"Single Handed Sailor" as written by and Mark Knopfler....
Two in the morning, dry-dock town
The river rolls in the night
Little gypsy moth, she's all tied down
She quivers in the wind and the light

Yeah, and a sailing ship is just held down in chains
From the lazy days of sail
She's just a-lying there in silent pain
He lean on the tourist rail

A mother and her baby and the college of war
In the concrete graves
You never want to fight against the river law
Nobody rules the waves
Yeah, and on a night when the lazy wind is a-wailing
Around the Cutty Sark
The single-handed sailor goes sailing
Sailing away in the dark

He's upon the bridge on the self same night
The mariner of dry-dock land
Two in the morning, but there's one green light
And a man on a barge of sand

She's gonna slip away below him
Away from the things he's done
But he just shouts "Hey man, what you call this thing?"
He could have said "Pride of London"
On a night when the lazy wind is a-wailing
Around the Cutty Sark
Yeah, the single-handed sailor goes sailing
Sailing away in the dark


Lyrics submitted by Dasch

"Single-Handed Sailor" as written by Mark Knopfler

Lyrics © Universal Music Publishing Group

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Single-Handed Sailor song meanings
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  • +3
    General CommentMark Knofler is the single handed sailor. He can't sleep and is wandering Greenwich at 2 am and the scene unfolds. The mother is pushing a baby carriage for some unkown reason on one side, the "College of War" is on the other and between them are the sad sights of two great ships held down in chains.

    The line "What do you call this thing" is indeed spoken by a man sliding by on a barge, not by the man on the river bank in Greenwich. The river is rolling away in the night (the Thames is tidal at this point) so the barge is slipping away downriver. A boat going downriver shows its starboard side to Greenwich, so from Greenwich you would see a green light on the boat.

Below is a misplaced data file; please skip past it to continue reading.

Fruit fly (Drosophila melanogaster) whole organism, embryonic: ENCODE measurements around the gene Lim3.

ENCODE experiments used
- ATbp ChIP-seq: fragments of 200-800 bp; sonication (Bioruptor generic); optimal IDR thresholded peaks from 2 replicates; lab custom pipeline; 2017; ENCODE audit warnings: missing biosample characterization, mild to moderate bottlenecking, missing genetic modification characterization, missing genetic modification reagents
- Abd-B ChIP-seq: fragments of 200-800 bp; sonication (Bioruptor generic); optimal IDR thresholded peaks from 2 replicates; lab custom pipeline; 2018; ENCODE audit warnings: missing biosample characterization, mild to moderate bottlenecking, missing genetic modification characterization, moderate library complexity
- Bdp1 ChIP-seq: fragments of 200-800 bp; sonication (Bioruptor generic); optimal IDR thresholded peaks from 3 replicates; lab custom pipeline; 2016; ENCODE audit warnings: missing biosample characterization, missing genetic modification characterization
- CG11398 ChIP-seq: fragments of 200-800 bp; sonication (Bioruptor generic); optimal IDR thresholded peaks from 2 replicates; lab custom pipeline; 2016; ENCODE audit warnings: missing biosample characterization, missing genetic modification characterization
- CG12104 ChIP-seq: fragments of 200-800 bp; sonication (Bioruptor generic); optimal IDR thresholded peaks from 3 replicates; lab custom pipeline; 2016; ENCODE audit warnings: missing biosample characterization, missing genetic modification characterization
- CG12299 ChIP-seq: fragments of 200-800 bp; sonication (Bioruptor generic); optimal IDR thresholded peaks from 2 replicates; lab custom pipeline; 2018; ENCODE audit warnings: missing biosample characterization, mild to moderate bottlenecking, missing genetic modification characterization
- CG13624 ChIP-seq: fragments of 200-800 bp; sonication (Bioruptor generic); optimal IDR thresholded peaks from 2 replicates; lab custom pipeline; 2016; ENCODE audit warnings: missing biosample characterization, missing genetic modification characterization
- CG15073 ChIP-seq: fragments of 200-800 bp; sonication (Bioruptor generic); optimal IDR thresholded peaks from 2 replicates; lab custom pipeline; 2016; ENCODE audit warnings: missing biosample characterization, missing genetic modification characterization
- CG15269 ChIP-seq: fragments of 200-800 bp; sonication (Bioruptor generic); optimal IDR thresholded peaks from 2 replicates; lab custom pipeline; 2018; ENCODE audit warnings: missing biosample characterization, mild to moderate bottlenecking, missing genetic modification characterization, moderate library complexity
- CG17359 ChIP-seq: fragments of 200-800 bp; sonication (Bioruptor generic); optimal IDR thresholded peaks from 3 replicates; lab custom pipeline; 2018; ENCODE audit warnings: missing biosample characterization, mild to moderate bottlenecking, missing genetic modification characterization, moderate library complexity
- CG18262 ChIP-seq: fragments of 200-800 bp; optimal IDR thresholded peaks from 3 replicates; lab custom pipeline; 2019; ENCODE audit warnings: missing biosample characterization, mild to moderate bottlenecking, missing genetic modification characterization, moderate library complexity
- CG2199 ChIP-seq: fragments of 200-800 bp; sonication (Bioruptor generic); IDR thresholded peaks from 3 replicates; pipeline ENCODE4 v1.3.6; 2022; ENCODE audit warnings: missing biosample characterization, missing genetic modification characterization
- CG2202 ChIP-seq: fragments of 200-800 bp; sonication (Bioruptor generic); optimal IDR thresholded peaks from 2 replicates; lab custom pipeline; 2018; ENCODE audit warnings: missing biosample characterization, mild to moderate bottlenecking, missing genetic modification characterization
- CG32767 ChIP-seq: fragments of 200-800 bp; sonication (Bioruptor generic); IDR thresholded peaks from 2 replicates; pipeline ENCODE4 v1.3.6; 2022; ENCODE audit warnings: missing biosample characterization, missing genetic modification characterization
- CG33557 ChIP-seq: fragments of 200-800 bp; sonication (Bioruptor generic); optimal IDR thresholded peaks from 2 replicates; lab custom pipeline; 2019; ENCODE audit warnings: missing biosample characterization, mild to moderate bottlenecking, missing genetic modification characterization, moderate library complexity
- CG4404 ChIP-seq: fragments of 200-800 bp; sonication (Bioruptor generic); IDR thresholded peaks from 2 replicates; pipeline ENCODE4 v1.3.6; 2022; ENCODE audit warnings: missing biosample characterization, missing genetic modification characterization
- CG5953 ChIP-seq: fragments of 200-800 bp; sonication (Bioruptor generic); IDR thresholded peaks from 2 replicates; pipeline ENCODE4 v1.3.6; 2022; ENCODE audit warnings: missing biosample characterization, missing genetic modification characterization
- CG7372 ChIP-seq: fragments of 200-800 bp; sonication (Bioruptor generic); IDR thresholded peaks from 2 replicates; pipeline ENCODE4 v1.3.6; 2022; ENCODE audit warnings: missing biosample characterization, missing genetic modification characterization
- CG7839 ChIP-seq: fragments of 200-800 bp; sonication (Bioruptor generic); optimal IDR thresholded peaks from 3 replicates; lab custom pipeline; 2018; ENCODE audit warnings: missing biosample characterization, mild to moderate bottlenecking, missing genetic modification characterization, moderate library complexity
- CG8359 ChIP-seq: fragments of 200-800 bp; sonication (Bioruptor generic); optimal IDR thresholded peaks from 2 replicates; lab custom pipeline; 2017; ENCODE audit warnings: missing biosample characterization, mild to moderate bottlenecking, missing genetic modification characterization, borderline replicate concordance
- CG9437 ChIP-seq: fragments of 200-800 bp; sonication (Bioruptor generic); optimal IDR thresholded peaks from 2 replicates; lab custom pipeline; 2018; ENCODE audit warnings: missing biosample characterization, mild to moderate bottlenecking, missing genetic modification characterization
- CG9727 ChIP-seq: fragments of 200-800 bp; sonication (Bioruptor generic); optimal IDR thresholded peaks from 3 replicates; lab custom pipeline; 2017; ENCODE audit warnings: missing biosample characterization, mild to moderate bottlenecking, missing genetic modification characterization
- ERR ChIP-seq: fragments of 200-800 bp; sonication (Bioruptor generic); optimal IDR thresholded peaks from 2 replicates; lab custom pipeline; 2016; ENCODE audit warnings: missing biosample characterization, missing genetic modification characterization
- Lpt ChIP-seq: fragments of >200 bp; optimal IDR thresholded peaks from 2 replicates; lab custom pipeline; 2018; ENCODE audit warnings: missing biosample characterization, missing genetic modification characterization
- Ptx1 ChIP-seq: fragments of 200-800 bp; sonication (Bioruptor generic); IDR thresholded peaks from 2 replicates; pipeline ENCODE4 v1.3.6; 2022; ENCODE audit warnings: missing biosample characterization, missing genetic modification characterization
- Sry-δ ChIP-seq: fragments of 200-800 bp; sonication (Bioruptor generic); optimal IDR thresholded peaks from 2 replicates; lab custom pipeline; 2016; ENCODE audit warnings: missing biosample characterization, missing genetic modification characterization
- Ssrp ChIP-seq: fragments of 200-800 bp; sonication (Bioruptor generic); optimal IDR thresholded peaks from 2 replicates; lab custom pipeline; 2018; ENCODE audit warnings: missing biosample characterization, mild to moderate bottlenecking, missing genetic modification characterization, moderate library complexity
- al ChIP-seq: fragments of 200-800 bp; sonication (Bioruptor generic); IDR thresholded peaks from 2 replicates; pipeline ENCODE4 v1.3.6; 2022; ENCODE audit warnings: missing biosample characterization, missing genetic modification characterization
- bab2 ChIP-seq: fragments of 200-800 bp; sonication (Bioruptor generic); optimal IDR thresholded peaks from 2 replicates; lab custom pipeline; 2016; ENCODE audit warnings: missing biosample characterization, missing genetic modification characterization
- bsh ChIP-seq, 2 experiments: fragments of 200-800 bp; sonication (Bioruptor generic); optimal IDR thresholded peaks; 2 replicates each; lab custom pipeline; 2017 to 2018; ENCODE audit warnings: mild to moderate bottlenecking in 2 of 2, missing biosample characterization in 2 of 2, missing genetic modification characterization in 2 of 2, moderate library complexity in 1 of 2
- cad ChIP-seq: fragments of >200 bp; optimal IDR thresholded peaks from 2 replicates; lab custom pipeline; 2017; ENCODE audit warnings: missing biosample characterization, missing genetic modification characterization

Perhaps Mark Knofler is thinking of going it alone rather than staying with the band at this point, perhaps he's conttemplating the fact that great success can end in concrete graves or, worse empty tourist-trail popularity.

    In any case he is the single handed sailor in dry-dock land who could say that these boats are the pride of london but he just wanders off away from the scene in the dark without resolving anything.
    seanbradyon January 14, 2007   Link
  • +2
    General CommentAn ode to Sir Francis Chichester, who skippered \"Gypsy Moth IV\" around the world single-handedly in the late 1960\'s at about 80 years of age.
    Gypsy Moth IV is moored permanently on land next to the Cutty Sark at Grreenwich, London.
    The guitar riff is reminiscent of Dave Gilmour\'s lead solo at the end of Pink Floyd\'s \"Another Brick in the Wall Part 2\".
    chrisb1on April 23, 2005   Link
  • +2
    General CommentI listened to this song many times years ago without understanding the meaning. Then I moved to London and visited Greenwich with the reference to the Cutty Sark in this song in the back of my mind. Listening to the song and reading the lyrics I later realised that it all makes sense now. If you are ever in London, visit Greenwich, take a copy of the lyrics to this song and see how many references you can find.

    This is my interpretation:

    The "dry-dock town" is Greenwich in London and the river is the Thames. The "Little gypsy moth" is Sir Francis Chichester's Gipsy Moth IV in which he circumnavigated the globe single handedly. The boat is quite small and is overshadowed by the impressive "Cutty Sark" tea clipper which is also in dry dock nearby.